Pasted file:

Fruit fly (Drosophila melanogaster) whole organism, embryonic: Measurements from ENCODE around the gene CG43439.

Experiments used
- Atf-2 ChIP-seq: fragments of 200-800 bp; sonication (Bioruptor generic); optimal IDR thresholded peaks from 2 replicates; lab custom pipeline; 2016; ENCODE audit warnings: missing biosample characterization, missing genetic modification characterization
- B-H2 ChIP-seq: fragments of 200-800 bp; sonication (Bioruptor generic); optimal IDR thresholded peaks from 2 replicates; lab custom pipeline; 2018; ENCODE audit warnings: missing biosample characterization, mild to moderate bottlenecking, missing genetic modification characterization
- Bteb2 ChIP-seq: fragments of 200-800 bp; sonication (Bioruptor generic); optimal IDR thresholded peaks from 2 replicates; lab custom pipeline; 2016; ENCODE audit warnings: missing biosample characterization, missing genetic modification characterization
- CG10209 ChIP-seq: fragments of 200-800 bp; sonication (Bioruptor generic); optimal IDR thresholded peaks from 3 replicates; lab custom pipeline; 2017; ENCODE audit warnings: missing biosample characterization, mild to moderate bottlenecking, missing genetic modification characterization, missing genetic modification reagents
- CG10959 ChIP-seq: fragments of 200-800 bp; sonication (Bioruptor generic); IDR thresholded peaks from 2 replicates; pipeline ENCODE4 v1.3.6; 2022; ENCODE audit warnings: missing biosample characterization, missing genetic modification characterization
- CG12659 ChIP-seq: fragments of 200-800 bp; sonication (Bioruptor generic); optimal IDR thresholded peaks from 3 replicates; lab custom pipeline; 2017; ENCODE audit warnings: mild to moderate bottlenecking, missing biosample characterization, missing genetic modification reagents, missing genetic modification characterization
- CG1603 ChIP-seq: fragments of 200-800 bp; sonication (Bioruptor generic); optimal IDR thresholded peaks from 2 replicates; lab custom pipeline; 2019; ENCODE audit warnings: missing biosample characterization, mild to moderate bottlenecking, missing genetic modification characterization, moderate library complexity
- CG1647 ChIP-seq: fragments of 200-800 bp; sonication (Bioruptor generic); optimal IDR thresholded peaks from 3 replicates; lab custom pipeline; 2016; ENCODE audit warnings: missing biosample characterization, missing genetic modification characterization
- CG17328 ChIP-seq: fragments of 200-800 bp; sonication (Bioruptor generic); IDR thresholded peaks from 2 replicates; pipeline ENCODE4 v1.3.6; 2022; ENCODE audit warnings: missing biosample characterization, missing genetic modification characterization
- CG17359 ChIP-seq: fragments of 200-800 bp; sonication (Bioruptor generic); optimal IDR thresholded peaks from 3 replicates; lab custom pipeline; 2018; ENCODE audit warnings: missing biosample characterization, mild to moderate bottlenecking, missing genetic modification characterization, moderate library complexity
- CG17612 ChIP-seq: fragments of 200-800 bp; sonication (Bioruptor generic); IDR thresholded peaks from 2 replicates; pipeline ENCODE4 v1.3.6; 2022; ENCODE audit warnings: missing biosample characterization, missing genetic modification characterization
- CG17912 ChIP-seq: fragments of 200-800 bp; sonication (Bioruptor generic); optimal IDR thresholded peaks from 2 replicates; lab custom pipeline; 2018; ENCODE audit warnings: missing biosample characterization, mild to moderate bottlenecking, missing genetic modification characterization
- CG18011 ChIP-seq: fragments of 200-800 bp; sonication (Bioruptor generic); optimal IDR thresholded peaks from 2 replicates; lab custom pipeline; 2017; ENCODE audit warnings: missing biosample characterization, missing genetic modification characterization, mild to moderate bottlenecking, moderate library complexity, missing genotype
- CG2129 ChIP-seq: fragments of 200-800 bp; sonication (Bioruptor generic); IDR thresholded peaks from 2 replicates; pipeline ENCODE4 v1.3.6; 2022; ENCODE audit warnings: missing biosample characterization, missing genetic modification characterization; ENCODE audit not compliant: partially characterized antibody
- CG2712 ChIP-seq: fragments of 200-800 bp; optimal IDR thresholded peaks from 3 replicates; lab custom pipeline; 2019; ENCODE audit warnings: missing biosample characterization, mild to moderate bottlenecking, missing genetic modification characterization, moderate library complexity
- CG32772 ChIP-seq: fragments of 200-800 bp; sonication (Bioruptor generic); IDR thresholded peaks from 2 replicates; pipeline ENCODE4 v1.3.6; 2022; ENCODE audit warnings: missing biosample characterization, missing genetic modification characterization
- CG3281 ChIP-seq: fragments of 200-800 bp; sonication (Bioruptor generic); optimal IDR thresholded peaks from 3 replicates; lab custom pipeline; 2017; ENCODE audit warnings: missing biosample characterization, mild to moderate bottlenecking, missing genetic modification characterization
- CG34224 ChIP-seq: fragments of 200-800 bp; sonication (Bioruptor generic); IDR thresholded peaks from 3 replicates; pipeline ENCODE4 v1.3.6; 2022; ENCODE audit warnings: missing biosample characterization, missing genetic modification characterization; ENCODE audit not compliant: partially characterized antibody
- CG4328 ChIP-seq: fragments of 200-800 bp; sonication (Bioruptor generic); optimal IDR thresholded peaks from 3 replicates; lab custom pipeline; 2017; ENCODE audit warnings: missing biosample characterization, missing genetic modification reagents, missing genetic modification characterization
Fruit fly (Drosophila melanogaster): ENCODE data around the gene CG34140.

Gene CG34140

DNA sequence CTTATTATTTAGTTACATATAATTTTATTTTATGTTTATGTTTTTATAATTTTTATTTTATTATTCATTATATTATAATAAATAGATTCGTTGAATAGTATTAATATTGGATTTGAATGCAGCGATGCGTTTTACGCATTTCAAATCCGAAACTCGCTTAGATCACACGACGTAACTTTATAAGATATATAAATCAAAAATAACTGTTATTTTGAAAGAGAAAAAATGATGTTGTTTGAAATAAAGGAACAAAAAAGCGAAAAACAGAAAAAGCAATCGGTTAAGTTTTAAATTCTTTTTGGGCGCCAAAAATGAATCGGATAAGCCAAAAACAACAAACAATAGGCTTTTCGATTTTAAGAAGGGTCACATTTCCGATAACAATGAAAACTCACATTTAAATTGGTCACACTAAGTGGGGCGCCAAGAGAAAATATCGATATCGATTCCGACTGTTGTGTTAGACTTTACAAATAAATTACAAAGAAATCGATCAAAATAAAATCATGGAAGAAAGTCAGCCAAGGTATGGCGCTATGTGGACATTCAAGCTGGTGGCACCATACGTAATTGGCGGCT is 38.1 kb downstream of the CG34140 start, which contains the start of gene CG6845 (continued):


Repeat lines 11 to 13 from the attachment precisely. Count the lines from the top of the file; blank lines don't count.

- CG17328 ChIP-seq: fragments of 200-800 bp; sonication (Bioruptor generic); IDR thresholded peaks from 2 replicates; pipeline ENCODE4 v1.3.6; 2022; ENCODE audit warnings: missing biosample characterization, missing genetic modification characterization
- CG17359 ChIP-seq: fragments of 200-800 bp; sonication (Bioruptor generic); optimal IDR thresholded peaks from 3 replicates; lab custom pipeline; 2018; ENCODE audit warnings: missing biosample characterization, mild to moderate bottlenecking, missing genetic modification characterization, moderate library complexity
- CG17612 ChIP-seq: fragments of 200-800 bp; sonication (Bioruptor generic); IDR thresholded peaks from 2 replicates; pipeline ENCODE4 v1.3.6; 2022; ENCODE audit warnings: missing biosample characterization, missing genetic modification characterization